REVIEW TEAM RECOMMENDATIONS:
Be sure to submit samples of student work!
Read and review the Henrico 21 Rubric as you evaluate your own lessson!
Please take the Henrico 21 lesson submission process (as well as the emphasis on 21st Century lessons at Deep Run) seriously!
Thanks for your time!
16 02 2011
1) As much as possible, allow numerous opportunities for students to work in teams in your classroom
2) Practice Quality Questioning, that is let your students do most of the communicating within your class – following both your lead and your prompts.
3) Provide lots of opportunities for students to engage in metacognition – thinking about thinking.
Learning about learning provides a greater return on teaching time. Students learn subject area content while learning about how people think. It is important for young people to realize that as human beings, we can think about and improve our thinking practices.
4. Use the new Bloom’s taxonomy (with its shift toward verbs) in defining, requiring and evaluating student thinking. For a visual explanation of the new Bloom approach, go here
We are now fully LIVE with Google Apps at Deep Run!
Teachers and students have the ability to create and share electronic calendars, documents and web sites with members of Deep Run and the global community.
These are exciting times!
Such powerful tools help students communicate and collaborate with their world in a decidedly 21st Century way! Promoting access to Google Apps is not without risk; yet this is an opportunity whose time has come!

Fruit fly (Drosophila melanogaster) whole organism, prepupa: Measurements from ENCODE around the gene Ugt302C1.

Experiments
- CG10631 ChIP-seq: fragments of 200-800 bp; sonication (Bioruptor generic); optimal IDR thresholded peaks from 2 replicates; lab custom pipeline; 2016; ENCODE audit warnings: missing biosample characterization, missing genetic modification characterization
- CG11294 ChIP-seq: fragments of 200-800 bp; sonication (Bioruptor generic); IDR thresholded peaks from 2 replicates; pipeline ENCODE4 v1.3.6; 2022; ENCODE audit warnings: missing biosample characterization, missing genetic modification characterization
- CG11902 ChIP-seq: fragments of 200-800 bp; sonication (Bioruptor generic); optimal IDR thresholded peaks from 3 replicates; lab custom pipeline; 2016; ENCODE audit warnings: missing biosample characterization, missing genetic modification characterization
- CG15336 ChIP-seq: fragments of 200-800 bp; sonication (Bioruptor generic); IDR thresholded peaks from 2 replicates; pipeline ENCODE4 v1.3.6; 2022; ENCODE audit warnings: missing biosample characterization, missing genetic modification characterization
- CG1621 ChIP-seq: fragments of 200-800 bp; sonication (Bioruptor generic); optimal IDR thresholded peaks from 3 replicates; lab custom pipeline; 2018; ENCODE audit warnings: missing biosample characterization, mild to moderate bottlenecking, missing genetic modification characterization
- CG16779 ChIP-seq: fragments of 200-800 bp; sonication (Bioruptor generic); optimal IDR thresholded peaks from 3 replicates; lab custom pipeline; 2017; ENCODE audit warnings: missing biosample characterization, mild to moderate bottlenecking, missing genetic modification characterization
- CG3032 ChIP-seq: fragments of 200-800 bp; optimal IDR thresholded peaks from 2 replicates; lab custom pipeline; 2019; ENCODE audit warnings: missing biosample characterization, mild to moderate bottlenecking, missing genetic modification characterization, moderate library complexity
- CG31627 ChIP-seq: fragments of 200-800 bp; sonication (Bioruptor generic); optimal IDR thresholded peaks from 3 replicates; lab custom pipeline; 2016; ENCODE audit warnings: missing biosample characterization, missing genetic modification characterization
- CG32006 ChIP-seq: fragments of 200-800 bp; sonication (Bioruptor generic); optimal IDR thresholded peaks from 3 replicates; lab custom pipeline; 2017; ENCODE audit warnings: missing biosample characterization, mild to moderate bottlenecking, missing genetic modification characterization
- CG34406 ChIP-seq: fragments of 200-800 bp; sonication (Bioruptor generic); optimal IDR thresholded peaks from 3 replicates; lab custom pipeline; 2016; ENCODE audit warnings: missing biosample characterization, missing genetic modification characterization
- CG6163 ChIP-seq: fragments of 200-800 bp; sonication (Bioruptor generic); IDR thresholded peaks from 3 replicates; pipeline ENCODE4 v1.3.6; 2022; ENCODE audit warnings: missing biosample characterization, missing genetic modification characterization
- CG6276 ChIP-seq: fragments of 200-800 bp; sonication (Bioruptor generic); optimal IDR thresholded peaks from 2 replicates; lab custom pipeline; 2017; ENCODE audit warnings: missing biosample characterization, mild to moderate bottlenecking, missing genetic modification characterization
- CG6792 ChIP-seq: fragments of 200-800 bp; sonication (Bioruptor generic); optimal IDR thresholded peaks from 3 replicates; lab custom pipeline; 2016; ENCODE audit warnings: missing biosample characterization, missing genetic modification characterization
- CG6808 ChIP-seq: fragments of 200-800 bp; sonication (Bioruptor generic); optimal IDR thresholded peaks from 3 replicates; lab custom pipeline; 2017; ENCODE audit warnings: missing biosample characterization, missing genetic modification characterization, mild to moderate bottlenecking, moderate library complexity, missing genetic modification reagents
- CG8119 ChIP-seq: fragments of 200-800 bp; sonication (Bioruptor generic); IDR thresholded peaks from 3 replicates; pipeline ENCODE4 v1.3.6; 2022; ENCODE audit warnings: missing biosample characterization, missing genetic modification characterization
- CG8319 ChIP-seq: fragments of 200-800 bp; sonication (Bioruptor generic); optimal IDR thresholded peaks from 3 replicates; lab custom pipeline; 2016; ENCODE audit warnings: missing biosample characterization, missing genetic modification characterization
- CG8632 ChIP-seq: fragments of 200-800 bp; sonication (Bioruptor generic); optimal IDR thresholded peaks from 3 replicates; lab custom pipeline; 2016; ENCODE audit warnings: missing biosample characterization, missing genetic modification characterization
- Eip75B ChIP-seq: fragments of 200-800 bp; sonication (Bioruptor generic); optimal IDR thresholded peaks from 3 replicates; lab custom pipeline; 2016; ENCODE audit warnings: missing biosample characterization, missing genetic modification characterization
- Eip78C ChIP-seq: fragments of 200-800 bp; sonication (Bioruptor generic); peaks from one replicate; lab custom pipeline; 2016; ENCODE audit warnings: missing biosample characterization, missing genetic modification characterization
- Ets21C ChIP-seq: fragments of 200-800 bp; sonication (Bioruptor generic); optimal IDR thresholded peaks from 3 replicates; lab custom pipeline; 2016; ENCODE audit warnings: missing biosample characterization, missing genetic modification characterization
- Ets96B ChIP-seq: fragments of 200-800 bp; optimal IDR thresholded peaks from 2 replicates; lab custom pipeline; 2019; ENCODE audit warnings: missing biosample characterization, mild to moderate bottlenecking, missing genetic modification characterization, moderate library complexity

What happens within DR GoogleDocs depends largely on the behavior of the Deep Run student body. Please show caution and maturity in how you use these online tools. Much more detailed info about DRHS Google Docs can be found in your graduation year community group in School Space.
If you need help, see Mr. Metcalf (5003) or email him (grmetcal AT henrico.k12.va.us).
26 08 2010
Is the 2002 DRHS mission statement still valid when the majority of teachers who work here now didn’t create the original document?
Rhetorical yet important questions:
Here is the mission statement — please read it and privately consider its meaning and relevance:
Impressive stuff, yet does the statement still speak to and for us? Exploring the many dimensions of that question is today’s task.
More rhetorical questions:
Overview of today’s activity: The DRHS faculty has been divided into five groups – selected classroom teachers have been asked to facilitate this process.
All 5 teams will use technology to ‘rank order’ the salient items within the mission statement as to their relative importance. Folks will need to work as a team and come to consensus. Then we can quickly compare the work of every team.
A couple of tips:
When you explore the program, work in teams of two to help each other figure out how to use the program.
When your entire group works on the final list, spend less time on the actual number than on the relative location as you advocate and listen to friends within your team.
Items near the bottom of the list may need to be ‘voted off the island!’